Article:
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America’s rich are moving to the coasts as the poor go inland

America’s wealthy households are increasingly moving to coastal cities on both sides of the country, but those with more modest incomes are either relocating to or being pushed into the nation’s Rust Belt, according to a new study.

That’s creating “income sorting” across the country, with expensive cities like Los Angeles, New York and Seattle drawing wealthier residents. For instance, Americans who move to San Francisco earn nearly $13,000 more than those who move away, the study found. Conversely, those who are moving into less expensive inland cities such as Detroit or Pittsburgh earn up to $5,000 less than those who are leaving.

To be sure, gentrification – when the rich move in, pushing out the poor – is a well-known and long-standing trend that’s impacted neighborhoods in cities such as New York. But the study from Dr. Issi Romem, a fellow at the Terner Center for Housing Innovation at the University of California, Berkeley, indicates gentrification may now be a national phenomenon.

The trend may not only hurt poorer residents who are forced out, but also the rich Americans who move to coastal cities. Well-off residents who move to already expensive cities like San Francisco are bidding up real estate prices until property becomes unaffordable for all but the very richest families. Many end up renting — until that, too, becomes unaffordable.

Why the allure of the Atlantic and Pacific coasts? Most coastal cities like Boston are now highly desirable due to university access and high-tech jobs. But their close proximity to water means they are running out of room for construction.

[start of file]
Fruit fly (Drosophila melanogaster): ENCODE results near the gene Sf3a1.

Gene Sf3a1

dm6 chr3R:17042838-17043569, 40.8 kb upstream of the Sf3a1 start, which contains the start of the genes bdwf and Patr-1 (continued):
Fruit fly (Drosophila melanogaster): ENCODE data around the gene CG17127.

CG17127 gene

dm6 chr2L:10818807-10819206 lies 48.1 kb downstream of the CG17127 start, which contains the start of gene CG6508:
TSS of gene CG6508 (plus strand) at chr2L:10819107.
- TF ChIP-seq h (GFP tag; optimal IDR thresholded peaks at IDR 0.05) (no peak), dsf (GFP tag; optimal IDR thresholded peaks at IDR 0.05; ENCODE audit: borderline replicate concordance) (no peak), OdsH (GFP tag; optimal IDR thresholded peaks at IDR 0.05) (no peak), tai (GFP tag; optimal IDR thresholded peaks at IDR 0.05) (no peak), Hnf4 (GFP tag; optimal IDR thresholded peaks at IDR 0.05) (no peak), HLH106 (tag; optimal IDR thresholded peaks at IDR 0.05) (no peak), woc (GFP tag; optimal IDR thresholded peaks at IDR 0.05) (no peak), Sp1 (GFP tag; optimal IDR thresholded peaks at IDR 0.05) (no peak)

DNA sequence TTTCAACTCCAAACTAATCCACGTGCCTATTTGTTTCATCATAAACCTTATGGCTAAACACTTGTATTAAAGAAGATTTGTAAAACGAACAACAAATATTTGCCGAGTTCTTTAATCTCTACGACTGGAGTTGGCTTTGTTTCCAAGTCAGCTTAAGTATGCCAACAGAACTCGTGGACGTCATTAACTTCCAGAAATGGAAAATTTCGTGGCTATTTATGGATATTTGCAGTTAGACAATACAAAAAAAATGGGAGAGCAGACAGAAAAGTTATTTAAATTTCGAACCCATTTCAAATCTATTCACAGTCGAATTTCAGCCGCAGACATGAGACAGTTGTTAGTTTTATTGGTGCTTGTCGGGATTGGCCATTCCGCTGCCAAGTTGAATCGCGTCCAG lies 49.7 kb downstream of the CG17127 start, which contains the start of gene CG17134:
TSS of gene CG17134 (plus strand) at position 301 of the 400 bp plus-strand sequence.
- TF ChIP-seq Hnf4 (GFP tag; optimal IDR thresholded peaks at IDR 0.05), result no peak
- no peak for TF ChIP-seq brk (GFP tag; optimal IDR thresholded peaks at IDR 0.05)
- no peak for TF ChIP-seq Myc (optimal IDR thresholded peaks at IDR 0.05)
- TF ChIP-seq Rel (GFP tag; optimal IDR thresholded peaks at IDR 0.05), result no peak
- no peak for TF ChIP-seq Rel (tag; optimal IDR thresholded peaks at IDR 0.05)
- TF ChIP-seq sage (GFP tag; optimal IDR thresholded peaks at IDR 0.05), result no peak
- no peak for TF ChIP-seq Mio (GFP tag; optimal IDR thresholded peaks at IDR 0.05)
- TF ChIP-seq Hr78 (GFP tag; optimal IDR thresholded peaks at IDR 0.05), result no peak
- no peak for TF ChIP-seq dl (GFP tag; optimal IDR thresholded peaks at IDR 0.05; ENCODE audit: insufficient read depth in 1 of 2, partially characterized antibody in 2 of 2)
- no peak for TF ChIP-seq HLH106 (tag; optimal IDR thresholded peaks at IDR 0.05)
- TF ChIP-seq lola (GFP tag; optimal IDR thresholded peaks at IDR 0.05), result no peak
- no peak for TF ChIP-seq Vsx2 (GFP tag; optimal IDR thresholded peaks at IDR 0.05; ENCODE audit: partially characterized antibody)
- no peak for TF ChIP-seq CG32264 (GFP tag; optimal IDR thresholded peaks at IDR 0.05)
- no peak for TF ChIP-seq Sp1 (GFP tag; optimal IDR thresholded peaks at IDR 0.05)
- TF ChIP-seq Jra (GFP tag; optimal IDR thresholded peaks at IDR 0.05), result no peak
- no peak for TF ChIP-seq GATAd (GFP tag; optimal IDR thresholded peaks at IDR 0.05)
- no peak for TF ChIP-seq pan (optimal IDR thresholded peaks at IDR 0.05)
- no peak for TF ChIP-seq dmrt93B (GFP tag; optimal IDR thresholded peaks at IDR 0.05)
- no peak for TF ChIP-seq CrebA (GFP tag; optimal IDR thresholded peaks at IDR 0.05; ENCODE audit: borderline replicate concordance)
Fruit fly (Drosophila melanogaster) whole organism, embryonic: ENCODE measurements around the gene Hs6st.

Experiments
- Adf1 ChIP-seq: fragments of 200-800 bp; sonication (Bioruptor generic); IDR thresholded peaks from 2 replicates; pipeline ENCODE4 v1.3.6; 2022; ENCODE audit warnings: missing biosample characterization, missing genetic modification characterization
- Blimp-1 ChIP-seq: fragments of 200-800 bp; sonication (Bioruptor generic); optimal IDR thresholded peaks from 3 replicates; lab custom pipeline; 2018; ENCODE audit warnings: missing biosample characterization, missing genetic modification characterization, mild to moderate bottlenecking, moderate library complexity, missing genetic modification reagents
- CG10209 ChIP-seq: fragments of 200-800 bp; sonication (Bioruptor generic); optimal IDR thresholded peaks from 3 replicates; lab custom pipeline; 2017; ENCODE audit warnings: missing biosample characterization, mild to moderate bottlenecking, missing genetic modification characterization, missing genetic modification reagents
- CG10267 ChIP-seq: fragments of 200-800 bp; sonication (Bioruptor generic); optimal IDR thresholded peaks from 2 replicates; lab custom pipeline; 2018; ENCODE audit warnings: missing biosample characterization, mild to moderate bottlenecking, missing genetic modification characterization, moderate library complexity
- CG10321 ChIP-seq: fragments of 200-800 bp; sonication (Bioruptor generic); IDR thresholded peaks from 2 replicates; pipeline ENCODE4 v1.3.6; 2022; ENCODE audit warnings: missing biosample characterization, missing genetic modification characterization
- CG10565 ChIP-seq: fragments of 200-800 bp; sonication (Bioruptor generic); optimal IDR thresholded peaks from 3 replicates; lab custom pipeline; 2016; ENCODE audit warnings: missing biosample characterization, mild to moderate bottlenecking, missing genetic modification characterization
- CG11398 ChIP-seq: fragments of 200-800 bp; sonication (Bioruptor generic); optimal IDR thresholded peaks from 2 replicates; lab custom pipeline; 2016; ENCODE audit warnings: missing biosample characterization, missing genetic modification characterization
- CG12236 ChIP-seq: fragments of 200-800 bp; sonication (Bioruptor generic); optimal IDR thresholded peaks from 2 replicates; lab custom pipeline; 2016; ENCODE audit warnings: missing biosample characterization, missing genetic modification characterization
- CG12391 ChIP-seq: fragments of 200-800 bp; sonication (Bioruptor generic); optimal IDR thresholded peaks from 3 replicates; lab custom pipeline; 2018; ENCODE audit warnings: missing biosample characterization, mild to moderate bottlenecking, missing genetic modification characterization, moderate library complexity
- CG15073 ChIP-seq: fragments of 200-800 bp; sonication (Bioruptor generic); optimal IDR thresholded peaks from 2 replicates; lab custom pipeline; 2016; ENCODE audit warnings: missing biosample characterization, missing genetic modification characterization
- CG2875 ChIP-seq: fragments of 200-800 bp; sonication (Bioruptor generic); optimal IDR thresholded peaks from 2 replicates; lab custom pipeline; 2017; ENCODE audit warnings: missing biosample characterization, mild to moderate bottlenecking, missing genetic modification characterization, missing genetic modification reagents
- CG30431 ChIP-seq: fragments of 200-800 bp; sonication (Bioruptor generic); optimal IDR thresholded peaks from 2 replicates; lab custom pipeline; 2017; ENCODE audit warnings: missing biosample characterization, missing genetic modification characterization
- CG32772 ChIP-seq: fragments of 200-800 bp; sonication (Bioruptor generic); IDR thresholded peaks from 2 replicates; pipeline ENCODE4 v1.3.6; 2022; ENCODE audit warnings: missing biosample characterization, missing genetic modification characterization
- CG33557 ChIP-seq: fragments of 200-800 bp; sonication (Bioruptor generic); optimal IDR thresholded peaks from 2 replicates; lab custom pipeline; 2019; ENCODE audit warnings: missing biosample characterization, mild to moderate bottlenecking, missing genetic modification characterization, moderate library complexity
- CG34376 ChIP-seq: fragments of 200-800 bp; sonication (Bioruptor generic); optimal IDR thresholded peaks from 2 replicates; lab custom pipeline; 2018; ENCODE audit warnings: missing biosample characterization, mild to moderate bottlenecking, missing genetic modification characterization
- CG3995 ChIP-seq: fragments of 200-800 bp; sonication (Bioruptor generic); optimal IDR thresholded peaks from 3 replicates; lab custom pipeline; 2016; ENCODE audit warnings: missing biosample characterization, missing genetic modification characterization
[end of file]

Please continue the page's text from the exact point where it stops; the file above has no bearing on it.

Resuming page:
The coastal “in-migrants”

The wealthy people who are moving to the coasts, or what the study calls “in-migrants,” are often young, highly educated professionals who want to rent rather than buy. They are also typically multi-income households with roommates.

When people start families, they tend to leave those expensive cities. For instance, Sacramento has fewer earners per household among in-migrants “because it is a key destination for those leaving the San Francisco area in search of cheaper housing,” Romem said.

Sun Belt cities such as Miami, Orlando and Tampa have benefitted from the migration of wealthy seniors, who are able to afford the cities’ higher-priced homes.

Interestingly, these trends come as fewer Americans are moving for work, according to findings from Challenger, Gray & Christmas. Over the past decade, 11 percent of job seekers relocated for work, compared to nearly 19 percent who relocated for greener employment pastures in the prior decade, the employment firm found.

Of course, the rich aren’t only migrating to coastal towns.

The nation’s wealthiest community is Jackson Hole, Wyoming, located in the Rocky Mountains. And Phoenix, a mecca for well-heeled senior citizens, is also high up on the list.

In contrast, although Pittsburgh has multiple universities, it hasn’t been able to hold onto these graduates, the study noted. And according to the Economic Policy Institute, there is a lot of income inequality even within coastal states like Connecticut, Florida and New York.

There are inherent dangers of income sorting, such as producing labor shortages in some wealthy cities, especially in low-paid service industries. And while schools and services will likely improve in the more affluent and highly-educated areas, they could decline in less affluent regions, making the have-nots in America’s heartland angry.

“Given the current political scene in the U.S., the importance of polarization goes without saying,” said Romem.

Author: CBS News
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